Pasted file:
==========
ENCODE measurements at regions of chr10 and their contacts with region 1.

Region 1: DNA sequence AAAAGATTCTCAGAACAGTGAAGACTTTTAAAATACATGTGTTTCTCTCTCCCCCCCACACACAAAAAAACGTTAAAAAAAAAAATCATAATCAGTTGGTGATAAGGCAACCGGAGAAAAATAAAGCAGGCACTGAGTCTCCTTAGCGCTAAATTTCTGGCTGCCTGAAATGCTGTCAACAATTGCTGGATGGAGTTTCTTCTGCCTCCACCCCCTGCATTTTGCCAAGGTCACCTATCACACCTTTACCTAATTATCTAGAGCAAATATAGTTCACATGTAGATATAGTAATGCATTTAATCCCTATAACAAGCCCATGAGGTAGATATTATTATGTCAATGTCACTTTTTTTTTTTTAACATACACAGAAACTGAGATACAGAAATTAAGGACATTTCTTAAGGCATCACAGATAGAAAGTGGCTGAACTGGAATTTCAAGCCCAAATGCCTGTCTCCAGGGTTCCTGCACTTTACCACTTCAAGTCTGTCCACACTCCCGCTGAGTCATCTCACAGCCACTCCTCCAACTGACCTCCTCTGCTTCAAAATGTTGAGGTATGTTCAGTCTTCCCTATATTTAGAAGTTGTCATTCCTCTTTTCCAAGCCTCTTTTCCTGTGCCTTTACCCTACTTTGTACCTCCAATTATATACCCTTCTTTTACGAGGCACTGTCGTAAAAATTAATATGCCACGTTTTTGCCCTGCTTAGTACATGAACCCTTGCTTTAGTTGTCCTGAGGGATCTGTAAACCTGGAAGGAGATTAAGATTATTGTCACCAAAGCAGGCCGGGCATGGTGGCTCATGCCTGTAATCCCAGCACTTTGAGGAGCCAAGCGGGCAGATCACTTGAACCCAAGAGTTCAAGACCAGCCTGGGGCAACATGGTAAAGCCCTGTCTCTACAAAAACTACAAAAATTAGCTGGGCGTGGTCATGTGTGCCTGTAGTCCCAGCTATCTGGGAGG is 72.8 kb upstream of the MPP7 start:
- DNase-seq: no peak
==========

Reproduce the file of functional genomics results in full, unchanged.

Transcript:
ENCODE measurements at regions of chr10 and their contacts with region 1.

Region 1: DNA sequence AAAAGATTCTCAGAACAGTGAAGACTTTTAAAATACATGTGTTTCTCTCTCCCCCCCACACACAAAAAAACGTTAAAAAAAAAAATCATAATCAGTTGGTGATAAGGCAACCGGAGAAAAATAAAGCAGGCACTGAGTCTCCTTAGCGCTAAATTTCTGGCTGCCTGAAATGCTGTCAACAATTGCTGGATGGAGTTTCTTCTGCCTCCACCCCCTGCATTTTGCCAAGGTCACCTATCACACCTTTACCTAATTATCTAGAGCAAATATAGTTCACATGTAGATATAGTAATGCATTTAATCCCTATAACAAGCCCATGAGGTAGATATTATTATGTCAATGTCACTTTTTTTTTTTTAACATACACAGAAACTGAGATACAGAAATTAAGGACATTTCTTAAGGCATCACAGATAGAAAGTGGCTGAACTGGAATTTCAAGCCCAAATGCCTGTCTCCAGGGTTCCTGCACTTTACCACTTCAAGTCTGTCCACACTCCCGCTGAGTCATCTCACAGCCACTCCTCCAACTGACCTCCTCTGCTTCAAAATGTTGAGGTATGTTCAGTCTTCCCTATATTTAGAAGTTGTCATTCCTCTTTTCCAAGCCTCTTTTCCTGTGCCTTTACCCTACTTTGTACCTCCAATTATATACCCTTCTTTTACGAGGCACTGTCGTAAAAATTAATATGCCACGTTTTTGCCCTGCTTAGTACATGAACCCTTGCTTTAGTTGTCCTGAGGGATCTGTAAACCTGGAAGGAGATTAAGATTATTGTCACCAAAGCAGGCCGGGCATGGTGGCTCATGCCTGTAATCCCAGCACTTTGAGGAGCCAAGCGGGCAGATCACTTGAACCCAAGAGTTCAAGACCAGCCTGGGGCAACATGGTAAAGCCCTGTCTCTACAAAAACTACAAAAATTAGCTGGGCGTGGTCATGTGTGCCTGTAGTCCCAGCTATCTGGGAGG is 72.8 kb upstream of the MPP7 start:
- DNase-seq: no peak